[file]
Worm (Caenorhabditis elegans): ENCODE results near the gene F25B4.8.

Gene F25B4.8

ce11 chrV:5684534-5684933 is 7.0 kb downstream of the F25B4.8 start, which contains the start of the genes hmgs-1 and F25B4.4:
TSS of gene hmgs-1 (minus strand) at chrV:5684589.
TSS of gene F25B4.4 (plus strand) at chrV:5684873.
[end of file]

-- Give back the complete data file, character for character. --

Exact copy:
Worm (Caenorhabditis elegans): ENCODE results near the gene F25B4.8.

Gene F25B4.8

ce11 chrV:5684534-5684933 is 7.0 kb downstream of the F25B4.8 start, which contains the start of the genes hmgs-1 and F25B4.4:
TSS of gene hmgs-1 (minus strand) at chrV:5684589.
TSS of gene F25B4.4 (plus strand) at chrV:5684873.